Another pewter-mounted teapot by Yang Pengnian, similar engraved with flowering prunus and inscribed by Zhu Jian, is illustrated by K.S. Lo, The Stonewares of Yixing: from the Ming period to the present day
, Hong Kong, 1986, pl. 40,
and discussed, pp. 213-5, where the author notes that the practice of encasing Yixing teapots in pewter coverings is said to have been developed by the scholar Zhu Jian (1796-1850), who was active in the Jiaqing/Daoguang period and a key figure in reviving interest in Yixing among the literati. Zhu is considered one of the most important scholarly potters and teapot connoisseurs, and wrote the book Hu shi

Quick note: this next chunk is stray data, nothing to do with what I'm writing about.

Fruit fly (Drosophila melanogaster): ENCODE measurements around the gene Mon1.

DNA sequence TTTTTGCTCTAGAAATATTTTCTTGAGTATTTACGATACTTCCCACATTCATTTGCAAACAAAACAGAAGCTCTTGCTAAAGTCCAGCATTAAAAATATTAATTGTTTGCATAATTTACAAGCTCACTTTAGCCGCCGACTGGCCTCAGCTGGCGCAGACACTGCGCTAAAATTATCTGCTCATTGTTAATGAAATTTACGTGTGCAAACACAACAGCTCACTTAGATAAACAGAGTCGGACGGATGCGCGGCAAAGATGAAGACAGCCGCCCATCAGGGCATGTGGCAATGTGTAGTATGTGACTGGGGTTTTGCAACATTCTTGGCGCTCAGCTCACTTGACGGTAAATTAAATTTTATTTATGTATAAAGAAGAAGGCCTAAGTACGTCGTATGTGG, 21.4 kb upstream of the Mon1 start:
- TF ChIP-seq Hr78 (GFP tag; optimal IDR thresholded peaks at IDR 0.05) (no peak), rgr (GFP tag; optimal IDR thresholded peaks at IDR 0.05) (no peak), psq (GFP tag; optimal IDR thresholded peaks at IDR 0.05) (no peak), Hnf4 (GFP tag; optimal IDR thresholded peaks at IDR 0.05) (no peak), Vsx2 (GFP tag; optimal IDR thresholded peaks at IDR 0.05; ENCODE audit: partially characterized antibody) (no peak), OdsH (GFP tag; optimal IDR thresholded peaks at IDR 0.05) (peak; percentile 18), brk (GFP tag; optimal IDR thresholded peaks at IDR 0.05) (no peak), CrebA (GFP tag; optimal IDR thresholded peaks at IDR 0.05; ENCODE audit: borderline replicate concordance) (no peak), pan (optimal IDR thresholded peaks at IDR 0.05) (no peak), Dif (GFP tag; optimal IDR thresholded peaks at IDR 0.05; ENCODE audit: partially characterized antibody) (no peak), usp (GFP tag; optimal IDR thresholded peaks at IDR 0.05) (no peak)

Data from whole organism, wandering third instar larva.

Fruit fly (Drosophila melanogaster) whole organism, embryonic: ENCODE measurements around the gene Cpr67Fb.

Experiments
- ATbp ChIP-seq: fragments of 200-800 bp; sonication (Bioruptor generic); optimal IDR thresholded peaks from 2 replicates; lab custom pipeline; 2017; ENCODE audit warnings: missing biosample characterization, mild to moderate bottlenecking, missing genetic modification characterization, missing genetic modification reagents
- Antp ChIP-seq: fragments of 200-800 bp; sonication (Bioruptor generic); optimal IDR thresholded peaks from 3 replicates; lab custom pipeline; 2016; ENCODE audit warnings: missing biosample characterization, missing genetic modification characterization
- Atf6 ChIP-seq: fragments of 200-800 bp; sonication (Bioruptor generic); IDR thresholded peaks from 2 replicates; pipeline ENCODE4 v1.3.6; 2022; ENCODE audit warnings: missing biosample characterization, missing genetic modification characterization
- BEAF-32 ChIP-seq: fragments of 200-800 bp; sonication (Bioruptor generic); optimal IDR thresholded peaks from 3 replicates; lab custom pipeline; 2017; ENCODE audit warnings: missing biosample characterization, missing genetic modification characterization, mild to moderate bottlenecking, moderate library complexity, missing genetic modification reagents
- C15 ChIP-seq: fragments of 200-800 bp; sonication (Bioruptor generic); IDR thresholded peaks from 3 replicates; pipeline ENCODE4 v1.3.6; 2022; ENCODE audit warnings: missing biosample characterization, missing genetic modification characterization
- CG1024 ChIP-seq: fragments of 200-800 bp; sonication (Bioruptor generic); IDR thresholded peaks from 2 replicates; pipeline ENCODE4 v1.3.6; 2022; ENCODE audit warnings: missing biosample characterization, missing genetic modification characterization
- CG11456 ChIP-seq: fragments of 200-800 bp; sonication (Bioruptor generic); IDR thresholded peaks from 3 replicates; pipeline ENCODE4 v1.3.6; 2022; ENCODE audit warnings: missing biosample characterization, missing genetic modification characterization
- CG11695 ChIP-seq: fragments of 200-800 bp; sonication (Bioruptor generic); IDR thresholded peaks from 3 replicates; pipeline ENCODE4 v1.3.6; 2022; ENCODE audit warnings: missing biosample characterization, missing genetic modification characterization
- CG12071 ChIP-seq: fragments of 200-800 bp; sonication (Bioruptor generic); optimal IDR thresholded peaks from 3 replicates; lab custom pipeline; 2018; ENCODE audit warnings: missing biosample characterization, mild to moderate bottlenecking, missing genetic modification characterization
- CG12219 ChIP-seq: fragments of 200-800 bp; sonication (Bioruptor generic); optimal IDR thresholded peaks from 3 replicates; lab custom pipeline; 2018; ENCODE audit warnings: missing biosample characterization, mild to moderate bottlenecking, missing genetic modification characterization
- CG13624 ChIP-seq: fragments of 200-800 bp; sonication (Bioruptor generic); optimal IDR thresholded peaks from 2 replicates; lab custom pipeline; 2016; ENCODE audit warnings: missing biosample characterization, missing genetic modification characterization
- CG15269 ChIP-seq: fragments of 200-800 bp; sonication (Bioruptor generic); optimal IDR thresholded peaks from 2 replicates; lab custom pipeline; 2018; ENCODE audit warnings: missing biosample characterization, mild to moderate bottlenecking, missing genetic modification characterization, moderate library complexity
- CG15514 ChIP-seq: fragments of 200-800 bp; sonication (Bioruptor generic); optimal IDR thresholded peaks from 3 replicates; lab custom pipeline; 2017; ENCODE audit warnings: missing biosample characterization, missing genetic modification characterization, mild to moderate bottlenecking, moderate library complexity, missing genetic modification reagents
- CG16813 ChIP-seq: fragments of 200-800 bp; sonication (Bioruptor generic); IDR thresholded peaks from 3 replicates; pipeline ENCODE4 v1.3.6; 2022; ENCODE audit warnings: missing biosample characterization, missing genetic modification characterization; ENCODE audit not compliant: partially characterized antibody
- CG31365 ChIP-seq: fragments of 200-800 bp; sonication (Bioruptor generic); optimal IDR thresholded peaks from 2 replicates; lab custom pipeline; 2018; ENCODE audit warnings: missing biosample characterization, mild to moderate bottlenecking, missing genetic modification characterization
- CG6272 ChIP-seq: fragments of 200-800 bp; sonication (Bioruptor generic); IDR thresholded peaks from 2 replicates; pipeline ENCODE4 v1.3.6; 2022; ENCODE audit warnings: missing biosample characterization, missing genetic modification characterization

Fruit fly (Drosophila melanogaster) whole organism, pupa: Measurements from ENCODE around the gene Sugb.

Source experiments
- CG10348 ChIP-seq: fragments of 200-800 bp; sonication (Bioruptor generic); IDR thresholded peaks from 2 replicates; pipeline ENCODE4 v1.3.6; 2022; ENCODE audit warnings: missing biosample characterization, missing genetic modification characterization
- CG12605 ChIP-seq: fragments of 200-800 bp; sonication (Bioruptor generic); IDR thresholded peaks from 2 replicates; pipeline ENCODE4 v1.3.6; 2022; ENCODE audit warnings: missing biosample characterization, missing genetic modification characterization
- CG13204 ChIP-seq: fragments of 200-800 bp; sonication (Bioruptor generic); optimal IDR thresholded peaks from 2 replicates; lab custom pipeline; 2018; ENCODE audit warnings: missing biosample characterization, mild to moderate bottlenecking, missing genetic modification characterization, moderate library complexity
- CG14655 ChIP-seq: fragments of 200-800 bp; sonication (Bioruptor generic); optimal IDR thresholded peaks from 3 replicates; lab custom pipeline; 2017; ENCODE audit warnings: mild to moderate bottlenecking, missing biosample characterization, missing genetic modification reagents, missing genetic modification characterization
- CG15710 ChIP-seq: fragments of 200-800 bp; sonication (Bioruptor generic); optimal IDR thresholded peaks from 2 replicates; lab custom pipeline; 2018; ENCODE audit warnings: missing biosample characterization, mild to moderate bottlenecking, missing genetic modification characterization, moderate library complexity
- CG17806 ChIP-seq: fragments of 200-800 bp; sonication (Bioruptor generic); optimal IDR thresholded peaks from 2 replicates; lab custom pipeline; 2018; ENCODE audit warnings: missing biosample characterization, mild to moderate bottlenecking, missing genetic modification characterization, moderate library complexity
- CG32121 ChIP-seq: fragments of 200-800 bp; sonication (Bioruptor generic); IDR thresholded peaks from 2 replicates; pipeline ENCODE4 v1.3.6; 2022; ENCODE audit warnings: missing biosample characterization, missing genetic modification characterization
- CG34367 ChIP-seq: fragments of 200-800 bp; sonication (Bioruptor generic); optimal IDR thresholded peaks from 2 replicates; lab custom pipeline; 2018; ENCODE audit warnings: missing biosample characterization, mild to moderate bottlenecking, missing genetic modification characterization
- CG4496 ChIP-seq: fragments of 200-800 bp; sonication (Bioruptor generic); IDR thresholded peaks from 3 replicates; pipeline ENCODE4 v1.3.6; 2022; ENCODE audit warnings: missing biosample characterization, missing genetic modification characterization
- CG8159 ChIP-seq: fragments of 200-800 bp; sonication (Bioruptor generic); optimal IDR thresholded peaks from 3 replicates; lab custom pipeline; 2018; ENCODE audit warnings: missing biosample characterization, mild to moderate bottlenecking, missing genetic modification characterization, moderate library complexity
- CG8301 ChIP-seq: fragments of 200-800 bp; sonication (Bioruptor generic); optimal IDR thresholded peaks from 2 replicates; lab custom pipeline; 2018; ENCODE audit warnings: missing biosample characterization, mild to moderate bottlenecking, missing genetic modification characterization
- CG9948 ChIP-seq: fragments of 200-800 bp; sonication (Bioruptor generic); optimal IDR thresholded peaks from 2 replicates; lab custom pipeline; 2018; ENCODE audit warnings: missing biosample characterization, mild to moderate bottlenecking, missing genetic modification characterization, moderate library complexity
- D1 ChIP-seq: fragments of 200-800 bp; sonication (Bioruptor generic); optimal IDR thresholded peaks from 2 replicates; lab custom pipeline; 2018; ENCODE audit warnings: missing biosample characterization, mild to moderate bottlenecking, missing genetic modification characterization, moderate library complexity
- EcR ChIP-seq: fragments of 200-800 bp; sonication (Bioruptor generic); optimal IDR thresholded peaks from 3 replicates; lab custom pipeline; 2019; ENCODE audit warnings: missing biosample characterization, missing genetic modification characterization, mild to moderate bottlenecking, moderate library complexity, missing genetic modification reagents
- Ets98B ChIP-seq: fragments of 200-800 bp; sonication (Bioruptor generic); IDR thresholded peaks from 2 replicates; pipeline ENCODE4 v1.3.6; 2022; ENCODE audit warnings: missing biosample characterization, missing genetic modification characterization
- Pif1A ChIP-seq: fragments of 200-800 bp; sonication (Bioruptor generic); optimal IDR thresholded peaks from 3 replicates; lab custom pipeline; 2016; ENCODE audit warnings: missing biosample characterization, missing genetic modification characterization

[The history of the teapot]. He is also known for his hao
, Shimei or 'stone prunus'. See an incised Yixing teapot, signed Zhu Shimei, from the collection of Mr and Mrs Jimmy Sha, sold at Bonhams Hong Kong, 24th November 2013, lot 110.
See also a silver-inlaid bronze ruyi sceptre dated 1849, made under the supervision of Zhu Jian, illustrated by Paul Moss, The Literati Mode, Sydney L. Moss Ltd, London, 1986, p. 298, pl. 151. It is signed by the previously unrecorded Ma Yushan, and interesting for the evidence it displays of the influence Chen Man's circle had in the design and patronage of literati works of art, not only of Yixing stoneware, but also of metalwork.